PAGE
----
Correspondingly, Jessica's partner was one of the first people I thought of when I heard that a man in his thirties had driven his motorbike into a salmon-gum out near Innmouth. He had been four days awake, she said later, trembling, seeing things flicker across your field of vision. Apparently last time anyone at the clinic saw him he had been picking at his skin, saying there were insects beneath his skin**.

Anyhow. He was dead. And that same week she had come into money, a sizeable sum of money, several tens of thousands. When seen by Dr Grizzle had been using twelve hundred dollars worth of heroin a day. Plus methadone, plus whatever else she could find, plus three different kinds of sleepers and bottles full of all that stuff I had sent out the alerts about...

Anyway, to cut a long story short, where she had been very bad now she was worse. I rang Central and said I didn't think we could handle someone like her. Central, which means the senior drug and alcohol doctors, said to transfer her, which I did. And the next day I heard she was being reduced off the programme. Essentially this means they had had a meeting and decided that she had become too sick for our service - not just too high risk for me, too high risk for the National Drug and Alcohol Services, pretty much too high risk for anyone in Australia except some of the more experienced private prescribers.

Basically, we prescribe methadone to people who whom it is safe to prescribe, and she is not one. If we prescribe, said my boss, she will overdose on the methadone and die soon.

If we don't prescribe, however, if we cut off her supply like we are doing, what is called a "forced reduction" where the dose decreases ten milligrams a week or ten milligrams every few days, a long, protracted period of withdrawal, weeks of cramps and aches and sweats and chills and diarrhoea, I suspect she will die even sooner. Because this is not a woman inclined to take things on the chin, to be stoic, to endure. And down any street in parts of Mordor are people keen to relieve her pain. Unless she is physically stopped, locked up or something, she will overdose anyway.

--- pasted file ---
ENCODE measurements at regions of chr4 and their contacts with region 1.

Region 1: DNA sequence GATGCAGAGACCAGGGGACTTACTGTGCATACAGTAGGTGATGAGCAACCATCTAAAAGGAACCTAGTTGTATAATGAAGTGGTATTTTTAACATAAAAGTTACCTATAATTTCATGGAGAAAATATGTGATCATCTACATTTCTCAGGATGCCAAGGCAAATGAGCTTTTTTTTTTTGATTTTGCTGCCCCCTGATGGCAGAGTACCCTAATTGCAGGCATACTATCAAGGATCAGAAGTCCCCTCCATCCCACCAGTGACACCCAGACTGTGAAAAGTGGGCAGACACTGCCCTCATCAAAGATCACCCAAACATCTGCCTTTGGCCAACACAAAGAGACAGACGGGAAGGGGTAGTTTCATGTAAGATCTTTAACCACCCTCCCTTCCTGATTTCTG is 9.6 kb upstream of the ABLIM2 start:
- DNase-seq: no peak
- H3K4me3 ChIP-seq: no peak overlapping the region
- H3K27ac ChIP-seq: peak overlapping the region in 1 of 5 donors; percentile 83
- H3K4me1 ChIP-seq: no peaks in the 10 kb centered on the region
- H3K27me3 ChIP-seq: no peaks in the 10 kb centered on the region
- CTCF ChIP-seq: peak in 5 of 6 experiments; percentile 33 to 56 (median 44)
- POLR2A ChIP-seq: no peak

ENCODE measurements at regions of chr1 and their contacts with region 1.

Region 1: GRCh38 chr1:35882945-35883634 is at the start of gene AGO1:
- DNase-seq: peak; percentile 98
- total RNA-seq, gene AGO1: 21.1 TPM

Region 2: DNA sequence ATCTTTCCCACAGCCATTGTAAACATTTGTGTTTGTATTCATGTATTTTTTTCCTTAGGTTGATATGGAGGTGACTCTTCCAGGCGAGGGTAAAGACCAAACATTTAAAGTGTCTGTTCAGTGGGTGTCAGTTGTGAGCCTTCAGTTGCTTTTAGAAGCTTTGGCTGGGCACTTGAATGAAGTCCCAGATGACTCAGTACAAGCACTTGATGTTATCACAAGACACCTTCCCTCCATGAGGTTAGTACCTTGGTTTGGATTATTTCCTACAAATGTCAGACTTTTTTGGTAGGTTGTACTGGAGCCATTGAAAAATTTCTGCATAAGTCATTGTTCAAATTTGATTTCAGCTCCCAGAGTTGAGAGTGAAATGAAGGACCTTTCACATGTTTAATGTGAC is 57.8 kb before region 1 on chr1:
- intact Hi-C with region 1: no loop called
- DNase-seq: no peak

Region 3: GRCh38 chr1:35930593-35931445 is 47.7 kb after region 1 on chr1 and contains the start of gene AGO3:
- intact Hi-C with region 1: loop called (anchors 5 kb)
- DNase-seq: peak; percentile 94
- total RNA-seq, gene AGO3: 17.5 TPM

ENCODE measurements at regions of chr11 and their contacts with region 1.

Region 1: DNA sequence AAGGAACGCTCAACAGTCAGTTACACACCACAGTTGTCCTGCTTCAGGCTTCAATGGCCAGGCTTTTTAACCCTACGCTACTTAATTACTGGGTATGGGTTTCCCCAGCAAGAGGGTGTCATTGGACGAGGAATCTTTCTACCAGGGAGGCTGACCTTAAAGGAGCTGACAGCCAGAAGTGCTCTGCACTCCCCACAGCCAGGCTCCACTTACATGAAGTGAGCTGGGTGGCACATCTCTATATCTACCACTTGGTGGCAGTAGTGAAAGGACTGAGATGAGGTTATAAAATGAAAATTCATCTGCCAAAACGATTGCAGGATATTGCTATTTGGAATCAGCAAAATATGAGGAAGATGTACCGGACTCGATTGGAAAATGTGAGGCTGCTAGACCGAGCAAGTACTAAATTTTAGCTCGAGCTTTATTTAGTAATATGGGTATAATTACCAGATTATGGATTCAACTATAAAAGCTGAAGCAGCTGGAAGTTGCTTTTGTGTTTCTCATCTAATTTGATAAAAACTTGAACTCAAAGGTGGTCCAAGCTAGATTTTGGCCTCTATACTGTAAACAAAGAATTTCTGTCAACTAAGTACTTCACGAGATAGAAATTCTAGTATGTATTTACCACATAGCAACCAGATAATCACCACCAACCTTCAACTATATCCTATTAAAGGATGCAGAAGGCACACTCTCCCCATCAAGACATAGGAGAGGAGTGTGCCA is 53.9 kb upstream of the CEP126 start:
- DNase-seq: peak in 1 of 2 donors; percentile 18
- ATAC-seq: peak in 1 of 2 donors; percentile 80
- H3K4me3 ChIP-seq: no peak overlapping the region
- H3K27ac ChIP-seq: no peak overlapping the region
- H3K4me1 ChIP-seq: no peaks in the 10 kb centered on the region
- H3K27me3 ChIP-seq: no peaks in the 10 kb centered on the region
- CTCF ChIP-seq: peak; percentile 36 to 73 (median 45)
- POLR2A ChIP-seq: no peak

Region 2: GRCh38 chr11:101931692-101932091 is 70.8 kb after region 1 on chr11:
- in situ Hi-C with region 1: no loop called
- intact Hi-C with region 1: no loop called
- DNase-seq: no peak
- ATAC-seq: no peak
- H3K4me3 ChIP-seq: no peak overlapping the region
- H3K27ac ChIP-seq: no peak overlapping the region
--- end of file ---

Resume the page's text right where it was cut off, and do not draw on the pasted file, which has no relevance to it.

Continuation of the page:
(I should stress that we have offered her a third option, an inpatient detox, but there is no way on God's green earth she will take that up, and even if she did, I have never heard of a forced detox working. The idea itself is window-dressing, the "lipstick on the pig" part of punitive pharmacotherapy).

Don't know what to do. Well, I do, because there is nothing I can do. Basically, I am not allowed to prescribe for her. To be honest, I don't know that I would if I could, I did call my boss about her and I did say she was too much for us to handle... maybe I'm just using the fact that someone else has done the actual cutting off to allow myself to feel I wouldn't have done it.

At night now, something about it seems wrong, although intellectually it is right and in some ways I am less worried (I had almost been rehearsing my coroner's speech).

I feel we should do something, but to be honest I can't think what. Wherever this woman goes, bridges burn.

Anyway. I shouldn't worry. I will try to talk to someone about this, some of my less close medical friends. They are, mostly, sensible, restrained people, whom I suspect may wonder at my continuing to work in this field. They are people who will remind me that you can't make someone give up drugs, that in the end it's someone's right to do whatever they want, even if that is die. They will say, and they will speak truly when they say, that my job isn't to make sure everyone has a happy ending, my job is to make sure I do my defined task within certain very narrowly defined boundaries.

"You can't save people from themselves" my deeply reasonable friends will say, over a bottle of very good wine. I will perhaps protest a little, like people do when they want people to continue to compliment them, and after a glass or so I will allow myself to be convinced. These are difficult patients. There is a high intrinsic mortality and morbidity, the rules are there for a reason. There is only so much one person can do. I'm doing my best.

"You might be right" I'll say.

"You know your problem? You care too much" they'll say.

"Don't be fooled" I'll laugh, but I'll like hearing it, and maybe I'll get tehm to say it again. Afterwards I'll drive home, elecric windows closed against the cold night. If I time it right I get to catch the sacred music programme on the ABC.